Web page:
Quick Tips: Caring for a Loved One and Dealing with Resistance


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Thank you for joining us for another Quick Tips episode of All Home Care Matters. Caring for a loved one comes with many challenges, one of them being resistance. Your loved one may resist your help, which can be frustrating as a caregiver. Today, we are going to be talking about dealing with resistance while caring for a loved one, as well as uncovering the reasons your loved one may be resisting accepting help in order to help you both work together better. Now let’s move on to the rest of the show.

According to New Wave Home Care, caring for a loved one undoubtedly adds a mixed bag of emotions to the caregiving process. Not only does assisting an aging family member make you witness to any challenges they face, but you maintain a personal and sometimes painful connection to them while also navigating the difficult world of senior health care and wellness. Perhaps one of the most disheartening circumstances as a caregiver is when your help goes unappreciated, or even worse, unwanted. In caring for an elderly family member, you might carry out tasks for your loved one without any acknowledgment or thanks. Sometimes older adults flat out resist care altogether. It is not uncommon to witness your loved one reject the care of professional care services, or even protest against help offered by you or other members of your family.

If your loved one is resisting care, it can be harder for you to make sure they are safe and their needs are being met. Your loved one resisting or refusing care may annoy, exasperate, or anger you, but it is important to take a step back and evaluate the situation. Why are they resisting care? Try to look at things from your loved one’s point of view instead of from a caregiver’s perspective. Fallon Health says that from your perspective as a caregiver, it may seem that everything would be much better if only your loved one would stop being unreasonable and start cooperating. But the difficult behavior you see may actually be your loved one’s attempt to keep control and maintain a sense of autonomy.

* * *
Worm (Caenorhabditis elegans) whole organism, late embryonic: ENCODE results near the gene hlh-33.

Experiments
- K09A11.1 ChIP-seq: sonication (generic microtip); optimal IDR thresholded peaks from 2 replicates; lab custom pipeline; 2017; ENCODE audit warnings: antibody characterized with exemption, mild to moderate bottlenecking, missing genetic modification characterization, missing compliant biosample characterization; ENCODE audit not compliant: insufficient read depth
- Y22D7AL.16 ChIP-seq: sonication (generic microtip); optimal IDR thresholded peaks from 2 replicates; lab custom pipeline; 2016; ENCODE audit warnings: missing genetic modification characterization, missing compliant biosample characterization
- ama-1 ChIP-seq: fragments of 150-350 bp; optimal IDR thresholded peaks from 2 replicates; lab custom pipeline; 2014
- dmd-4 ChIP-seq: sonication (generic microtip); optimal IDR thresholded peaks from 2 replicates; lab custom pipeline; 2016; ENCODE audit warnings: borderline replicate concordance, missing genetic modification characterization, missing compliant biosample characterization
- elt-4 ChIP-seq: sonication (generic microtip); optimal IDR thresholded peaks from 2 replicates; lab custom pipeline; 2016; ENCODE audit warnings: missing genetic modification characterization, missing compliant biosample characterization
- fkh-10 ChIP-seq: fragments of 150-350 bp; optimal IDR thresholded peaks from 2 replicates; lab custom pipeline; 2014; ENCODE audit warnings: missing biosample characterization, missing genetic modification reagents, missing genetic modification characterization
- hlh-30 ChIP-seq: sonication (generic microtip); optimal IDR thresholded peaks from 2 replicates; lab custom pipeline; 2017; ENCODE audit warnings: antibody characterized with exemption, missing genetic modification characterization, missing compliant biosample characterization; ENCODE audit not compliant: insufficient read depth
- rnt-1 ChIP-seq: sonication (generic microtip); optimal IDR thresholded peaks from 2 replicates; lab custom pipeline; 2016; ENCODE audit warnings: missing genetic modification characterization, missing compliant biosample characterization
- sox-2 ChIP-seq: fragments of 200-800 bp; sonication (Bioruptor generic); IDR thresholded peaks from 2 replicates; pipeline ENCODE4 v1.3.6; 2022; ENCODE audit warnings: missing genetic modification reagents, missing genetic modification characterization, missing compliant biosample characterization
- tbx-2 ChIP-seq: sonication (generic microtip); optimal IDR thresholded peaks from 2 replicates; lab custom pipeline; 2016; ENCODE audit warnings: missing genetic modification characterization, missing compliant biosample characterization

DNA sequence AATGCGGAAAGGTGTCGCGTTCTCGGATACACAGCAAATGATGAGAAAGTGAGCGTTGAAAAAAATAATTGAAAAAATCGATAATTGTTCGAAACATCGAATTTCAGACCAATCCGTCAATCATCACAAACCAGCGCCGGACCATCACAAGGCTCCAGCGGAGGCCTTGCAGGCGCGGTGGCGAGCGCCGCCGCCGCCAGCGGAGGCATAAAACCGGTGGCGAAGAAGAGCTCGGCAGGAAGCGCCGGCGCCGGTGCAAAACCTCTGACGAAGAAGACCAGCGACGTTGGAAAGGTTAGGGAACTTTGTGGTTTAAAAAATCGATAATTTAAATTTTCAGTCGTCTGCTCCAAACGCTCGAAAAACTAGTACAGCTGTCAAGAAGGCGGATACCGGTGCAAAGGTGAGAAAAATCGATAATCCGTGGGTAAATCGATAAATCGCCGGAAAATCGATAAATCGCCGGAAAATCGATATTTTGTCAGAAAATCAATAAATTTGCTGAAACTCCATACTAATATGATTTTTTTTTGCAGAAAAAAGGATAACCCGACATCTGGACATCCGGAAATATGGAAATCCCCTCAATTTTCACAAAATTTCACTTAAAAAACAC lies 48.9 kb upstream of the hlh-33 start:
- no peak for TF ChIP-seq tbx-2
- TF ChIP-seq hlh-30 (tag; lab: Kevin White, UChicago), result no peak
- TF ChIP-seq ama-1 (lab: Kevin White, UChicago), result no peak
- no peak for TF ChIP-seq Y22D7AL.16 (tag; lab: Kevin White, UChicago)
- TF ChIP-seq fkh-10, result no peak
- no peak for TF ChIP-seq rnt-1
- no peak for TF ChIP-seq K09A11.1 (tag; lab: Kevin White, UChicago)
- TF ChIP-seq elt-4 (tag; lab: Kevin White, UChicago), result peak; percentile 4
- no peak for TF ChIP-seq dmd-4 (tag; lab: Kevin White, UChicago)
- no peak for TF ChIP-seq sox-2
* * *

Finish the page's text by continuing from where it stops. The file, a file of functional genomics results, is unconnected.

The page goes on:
Look at the situation from your loved one’s perspective. Whether physical or cognitive, decline can be accompanied by a strong sense of loss for the person experiencing it. As the ability to do things independently declines and dependence increases, frustration can grow.

Driving is a common pain point for many seniors and families. If you haven’t dealt with a loved one who continues to drive long after it’s advisable, then you probably know someone who has. The tangible and symbolic loss of independence that goes with giving up driving can be difficult to accept. Many refuse to look objectively at their driving, because they fear that they’ll have to admit it’s time to stop. And they recognize that, when they turn over the keys, their dependence on others will grow.

Driving is just one instance where your loved one eventually has to lose their independence. As they continue to need more and more help, they also continue to lose more and more of their independence. Oftentimes, your loved one isn’t trying to resist you, but they are resisting losing their independence, and I think that is something we can all understand.

Now that you know why your loved one is resisting care, let’s discuss how you can help your loved one when they do not want your help.

When caring for a loved one, it is important to continue to treat them with respect. You and your loved one are both going through a difficult time and there will most likely be times when you slip up and treat your loved one more like a child than someone with years of lived experience, and that’s okay, but you should always try to make the effort to treat your loved one with respect. This goes both ways, though. Your loved one should treat you with respect. If this ever becomes an issue for you and your loved one, sit down and have a conversation with them about it and let them know how it makes you feel. You also have to be ready to own up to your own mistakes, apologize, and be ready to make the necessary changes to continue with your caring relationship.